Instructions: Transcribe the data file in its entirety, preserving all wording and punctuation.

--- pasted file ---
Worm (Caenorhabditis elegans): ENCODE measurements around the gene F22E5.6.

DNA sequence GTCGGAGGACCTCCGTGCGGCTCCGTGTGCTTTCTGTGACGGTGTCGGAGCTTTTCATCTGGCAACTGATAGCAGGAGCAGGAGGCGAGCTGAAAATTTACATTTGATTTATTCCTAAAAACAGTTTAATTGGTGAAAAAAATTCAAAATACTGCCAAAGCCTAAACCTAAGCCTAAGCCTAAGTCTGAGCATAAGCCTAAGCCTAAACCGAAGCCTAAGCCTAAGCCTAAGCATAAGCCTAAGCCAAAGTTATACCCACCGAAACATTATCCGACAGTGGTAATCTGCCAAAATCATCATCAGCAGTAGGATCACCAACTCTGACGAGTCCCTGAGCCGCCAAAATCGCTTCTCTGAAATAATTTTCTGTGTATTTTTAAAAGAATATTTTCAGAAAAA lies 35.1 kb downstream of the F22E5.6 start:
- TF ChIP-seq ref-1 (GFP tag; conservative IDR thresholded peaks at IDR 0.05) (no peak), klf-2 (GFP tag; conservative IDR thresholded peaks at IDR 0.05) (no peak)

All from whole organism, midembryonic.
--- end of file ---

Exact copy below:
Worm (Caenorhabditis elegans): ENCODE measurements around the gene F22E5.6.

DNA sequence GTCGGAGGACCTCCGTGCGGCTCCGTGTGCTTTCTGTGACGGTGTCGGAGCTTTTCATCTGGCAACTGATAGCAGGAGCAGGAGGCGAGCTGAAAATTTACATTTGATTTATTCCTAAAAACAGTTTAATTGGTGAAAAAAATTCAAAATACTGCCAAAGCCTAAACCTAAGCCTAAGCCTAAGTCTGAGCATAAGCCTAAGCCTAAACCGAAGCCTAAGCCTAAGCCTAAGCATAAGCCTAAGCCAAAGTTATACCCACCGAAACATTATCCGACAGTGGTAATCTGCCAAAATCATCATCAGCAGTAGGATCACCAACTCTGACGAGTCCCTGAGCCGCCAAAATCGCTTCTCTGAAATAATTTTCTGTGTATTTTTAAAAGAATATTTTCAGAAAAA lies 35.1 kb downstream of the F22E5.6 start:
- TF ChIP-seq ref-1 (GFP tag; conservative IDR thresholded peaks at IDR 0.05) (no peak), klf-2 (GFP tag; conservative IDR thresholded peaks at IDR 0.05) (no peak)

All from whole organism, midembryonic.